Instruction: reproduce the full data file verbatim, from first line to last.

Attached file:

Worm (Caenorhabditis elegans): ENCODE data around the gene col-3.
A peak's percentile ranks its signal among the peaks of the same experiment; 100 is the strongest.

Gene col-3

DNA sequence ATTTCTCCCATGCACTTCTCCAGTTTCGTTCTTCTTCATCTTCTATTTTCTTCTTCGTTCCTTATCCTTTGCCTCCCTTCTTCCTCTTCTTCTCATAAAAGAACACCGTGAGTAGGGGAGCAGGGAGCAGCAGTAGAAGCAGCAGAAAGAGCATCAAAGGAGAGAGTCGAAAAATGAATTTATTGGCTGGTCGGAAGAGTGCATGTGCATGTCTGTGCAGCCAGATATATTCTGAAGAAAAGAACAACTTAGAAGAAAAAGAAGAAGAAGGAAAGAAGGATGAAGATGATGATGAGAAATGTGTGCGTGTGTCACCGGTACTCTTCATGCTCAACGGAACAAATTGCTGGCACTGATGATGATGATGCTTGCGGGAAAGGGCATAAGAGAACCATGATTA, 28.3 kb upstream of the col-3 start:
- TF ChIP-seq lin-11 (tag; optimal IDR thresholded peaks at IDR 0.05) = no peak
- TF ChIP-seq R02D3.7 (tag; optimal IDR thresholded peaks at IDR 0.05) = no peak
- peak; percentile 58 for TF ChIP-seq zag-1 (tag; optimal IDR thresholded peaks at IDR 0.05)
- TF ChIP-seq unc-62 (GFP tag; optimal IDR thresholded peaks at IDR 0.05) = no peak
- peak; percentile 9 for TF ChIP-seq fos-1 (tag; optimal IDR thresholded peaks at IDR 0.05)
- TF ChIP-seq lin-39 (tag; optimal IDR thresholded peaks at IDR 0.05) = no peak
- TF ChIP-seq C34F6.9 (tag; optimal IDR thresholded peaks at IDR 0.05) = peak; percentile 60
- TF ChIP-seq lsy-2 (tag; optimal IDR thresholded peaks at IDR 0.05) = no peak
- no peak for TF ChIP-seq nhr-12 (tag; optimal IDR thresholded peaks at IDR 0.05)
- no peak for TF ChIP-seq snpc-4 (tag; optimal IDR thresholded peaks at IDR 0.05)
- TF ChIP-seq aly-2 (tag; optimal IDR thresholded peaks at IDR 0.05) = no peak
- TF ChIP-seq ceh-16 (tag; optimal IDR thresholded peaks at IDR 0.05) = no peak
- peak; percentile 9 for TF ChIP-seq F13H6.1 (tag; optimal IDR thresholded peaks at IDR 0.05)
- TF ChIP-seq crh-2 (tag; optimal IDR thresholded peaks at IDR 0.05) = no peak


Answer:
Worm (Caenorhabditis elegans): ENCODE data around the gene col-3.
A peak's percentile ranks its signal among the peaks of the same experiment; 100 is the strongest.

Gene col-3

DNA sequence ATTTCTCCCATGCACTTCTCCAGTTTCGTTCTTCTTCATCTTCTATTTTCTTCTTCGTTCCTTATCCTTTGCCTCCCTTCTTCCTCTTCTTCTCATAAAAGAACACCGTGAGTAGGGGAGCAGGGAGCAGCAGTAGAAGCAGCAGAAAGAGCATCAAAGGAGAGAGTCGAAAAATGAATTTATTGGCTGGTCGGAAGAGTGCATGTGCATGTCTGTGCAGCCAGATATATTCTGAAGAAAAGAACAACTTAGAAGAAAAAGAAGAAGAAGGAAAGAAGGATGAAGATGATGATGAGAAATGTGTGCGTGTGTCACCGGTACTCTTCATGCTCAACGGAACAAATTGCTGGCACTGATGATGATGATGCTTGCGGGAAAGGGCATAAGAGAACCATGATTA, 28.3 kb upstream of the col-3 start:
- TF ChIP-seq lin-11 (tag; optimal IDR thresholded peaks at IDR 0.05) = no peak
- TF ChIP-seq R02D3.7 (tag; optimal IDR thresholded peaks at IDR 0.05) = no peak
- peak; percentile 58 for TF ChIP-seq zag-1 (tag; optimal IDR thresholded peaks at IDR 0.05)
- TF ChIP-seq unc-62 (GFP tag; optimal IDR thresholded peaks at IDR 0.05) = no peak
- peak; percentile 9 for TF ChIP-seq fos-1 (tag; optimal IDR thresholded peaks at IDR 0.05)
- TF ChIP-seq lin-39 (tag; optimal IDR thresholded peaks at IDR 0.05) = no peak
- TF ChIP-seq C34F6.9 (tag; optimal IDR thresholded peaks at IDR 0.05) = peak; percentile 60
- TF ChIP-seq lsy-2 (tag; optimal IDR thresholded peaks at IDR 0.05) = no peak
- no peak for TF ChIP-seq nhr-12 (tag; optimal IDR thresholded peaks at IDR 0.05)
- no peak for TF ChIP-seq snpc-4 (tag; optimal IDR thresholded peaks at IDR 0.05)
- TF ChIP-seq aly-2 (tag; optimal IDR thresholded peaks at IDR 0.05) = no peak
- TF ChIP-seq ceh-16 (tag; optimal IDR thresholded peaks at IDR 0.05) = no peak
- peak; percentile 9 for TF ChIP-seq F13H6.1 (tag; optimal IDR thresholded peaks at IDR 0.05)
- TF ChIP-seq crh-2 (tag; optimal IDR thresholded peaks at IDR 0.05) = no peak